Perihelion Science Fiction

Sam Bellotto Jr.

Eric M. Jones
Associate Editor


Mickey A. Goes to the Moon
by Ronald D. Ferguson

To Make it to Hilion
by Dori Peleg

Deep Down Here
by Kathryn Michael McMahon

by Eric Del Carlo

Run Program
by D.K. Latta
and Jeffrey Blair Latta

Between Two Worlds
by Bill Suboski

Radiance in a Dark Lens
by Derrick Boden

Those Golden Years
by Chet Gottfried

Shorter Stories

Earthly Hosts
by KJ Hannah Greenberg

Fried Chicken You Can’t Refuse
by Peter Wood

by Richard Wren


2075: A Day in the Life
by Curt Tigges

Forensics Under Fire
by John McCormick



Comic Strips





To Make it to Hilion

By Dori Peleg

PETER LEANED AGAINST THE clerk’s counter, his unwavering eyes on his son. We’re going to be late.

“Michael,” he called. Everyone in the store except for Michael looked at Peter. Michael stared at a hologram of a chocolate cheesecake with the reddest strawberries he had ever seen. Peter walked up to him and said, “Son, you need some real food.”

Michael broke his gaze. “But Dad, we’ll buy other food, too. This is just dessert.”

Peter hesitated for a moment and finally let out a small smile. “Fine, but this is the only dessert.”

“Awesome,” Michael said and touched the hologram to indicate that he wanted it.

“Cute kid,” a voice said behind Peter. He turned and the clerk asked, “How old is he?”

“He’ll be eight in April.”

The clerk sighed. “I wish my daughter was back at that age now. Do you have a daughter?”

Peter paused.

“No,” he said. “I don’t.”

“I see you’re stocking up. Where are you headed?” the clerk asked and fondled his goatee.


“Wow. You have a long trip ahead of you.”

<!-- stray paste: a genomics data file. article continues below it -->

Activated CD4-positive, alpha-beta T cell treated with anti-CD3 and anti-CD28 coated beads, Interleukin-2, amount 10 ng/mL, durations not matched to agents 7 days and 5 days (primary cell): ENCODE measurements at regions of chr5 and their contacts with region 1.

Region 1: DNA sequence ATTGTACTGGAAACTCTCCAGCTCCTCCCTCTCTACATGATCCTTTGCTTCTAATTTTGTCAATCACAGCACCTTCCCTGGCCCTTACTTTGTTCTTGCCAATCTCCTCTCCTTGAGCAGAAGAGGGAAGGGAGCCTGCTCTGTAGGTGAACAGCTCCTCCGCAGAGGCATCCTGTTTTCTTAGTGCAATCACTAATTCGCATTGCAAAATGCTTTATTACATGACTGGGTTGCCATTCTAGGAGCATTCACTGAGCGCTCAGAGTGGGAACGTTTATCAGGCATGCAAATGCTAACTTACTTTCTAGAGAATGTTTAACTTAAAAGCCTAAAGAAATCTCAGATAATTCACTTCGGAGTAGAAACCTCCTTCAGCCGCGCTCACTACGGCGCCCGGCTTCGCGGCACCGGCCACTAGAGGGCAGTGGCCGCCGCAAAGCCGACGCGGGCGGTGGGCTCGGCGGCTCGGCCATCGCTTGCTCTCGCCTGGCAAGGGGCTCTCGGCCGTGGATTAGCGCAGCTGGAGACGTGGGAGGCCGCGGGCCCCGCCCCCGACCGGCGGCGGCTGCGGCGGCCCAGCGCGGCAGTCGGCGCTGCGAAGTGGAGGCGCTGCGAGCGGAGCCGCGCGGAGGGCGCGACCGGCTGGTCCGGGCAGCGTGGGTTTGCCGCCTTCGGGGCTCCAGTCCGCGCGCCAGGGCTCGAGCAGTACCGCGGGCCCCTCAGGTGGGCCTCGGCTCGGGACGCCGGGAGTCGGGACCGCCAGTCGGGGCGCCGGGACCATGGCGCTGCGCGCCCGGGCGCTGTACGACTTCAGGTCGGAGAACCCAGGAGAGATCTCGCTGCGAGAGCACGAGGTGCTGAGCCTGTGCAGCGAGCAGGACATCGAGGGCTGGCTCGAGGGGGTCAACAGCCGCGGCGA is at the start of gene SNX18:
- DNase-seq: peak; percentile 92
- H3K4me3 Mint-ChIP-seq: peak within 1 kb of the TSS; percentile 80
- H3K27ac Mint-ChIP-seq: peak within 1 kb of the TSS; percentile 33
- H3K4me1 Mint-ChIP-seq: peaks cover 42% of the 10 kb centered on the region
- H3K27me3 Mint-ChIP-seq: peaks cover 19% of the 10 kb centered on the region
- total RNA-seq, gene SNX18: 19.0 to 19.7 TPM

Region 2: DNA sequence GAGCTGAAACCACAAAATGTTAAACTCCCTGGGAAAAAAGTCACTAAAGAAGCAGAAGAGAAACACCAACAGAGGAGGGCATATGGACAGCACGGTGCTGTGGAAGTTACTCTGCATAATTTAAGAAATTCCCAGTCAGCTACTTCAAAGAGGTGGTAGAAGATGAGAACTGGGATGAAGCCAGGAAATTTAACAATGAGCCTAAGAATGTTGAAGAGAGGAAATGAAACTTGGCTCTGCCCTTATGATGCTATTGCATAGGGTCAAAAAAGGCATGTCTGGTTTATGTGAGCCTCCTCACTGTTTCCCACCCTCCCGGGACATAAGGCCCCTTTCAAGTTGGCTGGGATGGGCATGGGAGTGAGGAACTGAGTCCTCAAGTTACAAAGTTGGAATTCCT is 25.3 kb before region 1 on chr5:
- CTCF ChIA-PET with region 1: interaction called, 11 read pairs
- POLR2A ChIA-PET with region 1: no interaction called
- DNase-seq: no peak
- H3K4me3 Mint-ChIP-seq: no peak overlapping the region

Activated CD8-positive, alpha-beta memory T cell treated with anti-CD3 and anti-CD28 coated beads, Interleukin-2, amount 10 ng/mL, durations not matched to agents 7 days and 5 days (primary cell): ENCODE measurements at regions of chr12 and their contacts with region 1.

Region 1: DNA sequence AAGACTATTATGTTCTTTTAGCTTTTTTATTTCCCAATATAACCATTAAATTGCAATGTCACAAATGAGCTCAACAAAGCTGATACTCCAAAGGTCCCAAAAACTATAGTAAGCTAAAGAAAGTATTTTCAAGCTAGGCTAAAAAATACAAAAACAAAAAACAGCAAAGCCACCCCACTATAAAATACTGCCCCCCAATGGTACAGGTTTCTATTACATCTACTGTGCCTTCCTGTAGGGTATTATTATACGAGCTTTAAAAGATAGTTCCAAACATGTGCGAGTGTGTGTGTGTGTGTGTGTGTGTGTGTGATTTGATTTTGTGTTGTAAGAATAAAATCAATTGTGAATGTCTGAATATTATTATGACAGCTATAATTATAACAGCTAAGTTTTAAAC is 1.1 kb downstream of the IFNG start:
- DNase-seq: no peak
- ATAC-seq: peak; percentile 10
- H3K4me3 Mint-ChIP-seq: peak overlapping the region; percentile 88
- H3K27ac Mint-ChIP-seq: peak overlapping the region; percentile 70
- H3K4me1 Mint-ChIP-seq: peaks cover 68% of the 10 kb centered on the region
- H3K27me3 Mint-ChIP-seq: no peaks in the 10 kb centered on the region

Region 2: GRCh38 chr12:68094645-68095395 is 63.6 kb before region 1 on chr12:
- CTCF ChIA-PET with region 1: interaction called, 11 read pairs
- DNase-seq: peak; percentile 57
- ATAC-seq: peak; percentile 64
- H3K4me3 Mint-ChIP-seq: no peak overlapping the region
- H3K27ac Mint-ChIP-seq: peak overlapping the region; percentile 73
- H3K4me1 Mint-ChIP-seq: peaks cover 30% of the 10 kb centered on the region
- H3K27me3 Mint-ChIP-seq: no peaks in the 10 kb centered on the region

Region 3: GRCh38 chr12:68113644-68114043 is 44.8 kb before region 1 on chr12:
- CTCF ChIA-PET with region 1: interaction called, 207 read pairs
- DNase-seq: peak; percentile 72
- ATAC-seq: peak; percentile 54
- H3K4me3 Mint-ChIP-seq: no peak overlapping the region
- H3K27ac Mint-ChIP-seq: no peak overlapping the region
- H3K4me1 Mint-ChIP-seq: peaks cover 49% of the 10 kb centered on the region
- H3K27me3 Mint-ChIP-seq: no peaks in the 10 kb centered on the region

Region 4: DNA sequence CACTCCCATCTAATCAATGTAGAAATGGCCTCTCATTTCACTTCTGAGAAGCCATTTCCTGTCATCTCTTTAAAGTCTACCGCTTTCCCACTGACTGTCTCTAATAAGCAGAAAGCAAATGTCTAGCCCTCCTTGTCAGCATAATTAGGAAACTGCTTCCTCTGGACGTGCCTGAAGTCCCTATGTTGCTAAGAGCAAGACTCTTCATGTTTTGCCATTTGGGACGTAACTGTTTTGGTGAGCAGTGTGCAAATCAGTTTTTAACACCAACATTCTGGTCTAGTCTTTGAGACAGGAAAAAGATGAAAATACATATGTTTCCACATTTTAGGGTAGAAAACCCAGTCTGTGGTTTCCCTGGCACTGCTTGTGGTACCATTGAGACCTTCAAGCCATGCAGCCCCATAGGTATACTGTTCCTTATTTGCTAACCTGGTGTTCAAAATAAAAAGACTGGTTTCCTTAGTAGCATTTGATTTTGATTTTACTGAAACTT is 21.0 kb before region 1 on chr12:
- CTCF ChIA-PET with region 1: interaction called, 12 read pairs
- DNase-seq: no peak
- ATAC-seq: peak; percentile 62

Peter nodded.

“So you need supplies just for the two of you?”

“Yes. Just us.” Peter noticed the clerk was looking at his wedding ring. He lowered his hand behind the counter.

“I’m sorry,” the clerk said. “It’s so peaceful up here, sometimes I forget what’s going on down there.”

“It’s okay.”

Michael ran up to Peter’s side and said, “I want everything he has.” Peter forced a smile.

“Well, except for the broccoli,” Michael said.

“Come on, let’s buy the rest,” Peter said. “We have a long trip ahead of us and we take off soon.”


“Slow down, Dad,” Michael said as he tried to pick up his pace. The bridge was wide and crowded with people in a rush.

“We need to hurry, Michael. We have clearance to lift off only for the next half hour.”

“I just want to look down for a minute,” Michael said. “Please.”

Peter gave out a small sigh. “Fine, but let’s go over to the terrace.”

Michael raced to it and raised his upper body over the guardrail. He looked down and a bright bluish light illuminated his face.

Peter shouted, “Get down right now!”

Michael promptly planted his feet on the floor, his eyes never wavering from the scene below. Peter caught up to him and turned his son’s head by his chin. “Never do that again,” he said. “You hear me?”

“Sorry, Dad.” Michael lowered his eyes. “I promise.”

Peter put a hand on his shoulder. “It’s okay, Michael. Let’s see the view.”

Michael nodded. They looked down and stared at Earth, 370 kilometers below them. South America was split in half by the border of night. Clusters of light speckled in her dark half.

The clerk was right, Peter thought. You can’t see the war from here.

“Look, Dad. A ship.” Michael pointed to a shuttle nearing the port.